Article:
Domestic UK corruption risks overlooked
5 Jul 2019
Unchecked conflicts of interest and austerity mean corruption risks for UK businesses are increasing, but these dangers are being overlooked because of a focus on overseas bribery cases, warns Fraud Advisory Panel (FAP)
5 Jul 2019
The fraud watchdog, founded in 1998 by ICAEW, says domestic corruption risks in areas such as business, education, local government and elections are neglected and poorly understood, while crimes committed overseas grab all the headlines and resources.
Its report argues that data on domestic corruption are not collected systematically, let alone analysed. There is no dedicated infrastructure or single agency in the UK responsible for taking the lead in policing domestic corruption.
Everyday practices like revolving doors, nepotism, ‘self-regulation’ and excessive ‘hospitality’ – while not strictly illegal – work by stealth to divert resources and opportunities, concentrate power and advantage, and corrode trust, FAP argues.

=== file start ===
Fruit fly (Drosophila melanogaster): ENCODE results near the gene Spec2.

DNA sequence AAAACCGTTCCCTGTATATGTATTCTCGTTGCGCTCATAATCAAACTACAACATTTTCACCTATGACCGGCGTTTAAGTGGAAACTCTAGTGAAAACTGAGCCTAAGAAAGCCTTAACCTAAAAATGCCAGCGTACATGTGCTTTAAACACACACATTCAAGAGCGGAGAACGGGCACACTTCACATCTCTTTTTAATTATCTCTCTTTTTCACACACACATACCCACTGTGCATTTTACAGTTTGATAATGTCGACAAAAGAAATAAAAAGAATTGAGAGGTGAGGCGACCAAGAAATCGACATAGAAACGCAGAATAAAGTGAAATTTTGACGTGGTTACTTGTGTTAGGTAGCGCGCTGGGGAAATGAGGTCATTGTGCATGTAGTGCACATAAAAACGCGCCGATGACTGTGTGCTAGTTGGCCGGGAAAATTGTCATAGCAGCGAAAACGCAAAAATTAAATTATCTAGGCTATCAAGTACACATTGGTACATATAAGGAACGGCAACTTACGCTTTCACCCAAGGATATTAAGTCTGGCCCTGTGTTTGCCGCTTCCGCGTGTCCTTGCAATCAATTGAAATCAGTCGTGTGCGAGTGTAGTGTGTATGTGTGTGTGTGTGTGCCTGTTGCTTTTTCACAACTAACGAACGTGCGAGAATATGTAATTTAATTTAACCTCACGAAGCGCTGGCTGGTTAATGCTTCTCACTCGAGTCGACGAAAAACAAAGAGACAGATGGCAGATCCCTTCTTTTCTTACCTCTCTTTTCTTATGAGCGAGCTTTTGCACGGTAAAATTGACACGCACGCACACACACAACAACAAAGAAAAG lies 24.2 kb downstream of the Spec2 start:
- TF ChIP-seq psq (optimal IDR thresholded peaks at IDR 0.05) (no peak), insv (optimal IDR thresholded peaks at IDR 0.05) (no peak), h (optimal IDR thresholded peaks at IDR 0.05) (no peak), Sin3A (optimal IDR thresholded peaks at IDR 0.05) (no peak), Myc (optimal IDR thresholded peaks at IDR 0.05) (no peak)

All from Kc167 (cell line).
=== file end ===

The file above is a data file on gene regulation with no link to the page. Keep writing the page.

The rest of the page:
David Clarke, FAP chair, said: ‘The neglect of domestic corruption risks sits uncomfortably with everything else we know about the epidemic of economic crime in the UK.
‘With most types of economic crime rampant, why would corruption be the exception? If UK companies commit bribery overseas, why would nothing similar occur at home? We add our voice to the growing chorus demanding a clear and positive commitment to ethical business, both at home and abroad.
‘Corruption isn’t a single event or act; it is a process whose ultimate objective is to create a culture in which it can become the new normal. Everywhere we look in Britain today we see signs that just such a culture is beginning to take root.’
The report calls for action on a number of fronts. These include greater transparency and openness in court proceedings; a central public reporting mechanism to record risks; reducing the bureaucracy around bribery case authorisations so more small-scale activities are tackled; introducing a new corporate offence for failure to prevent economic crime; and a public consultation on a statutory framework for addressing corruption in the public and private sector.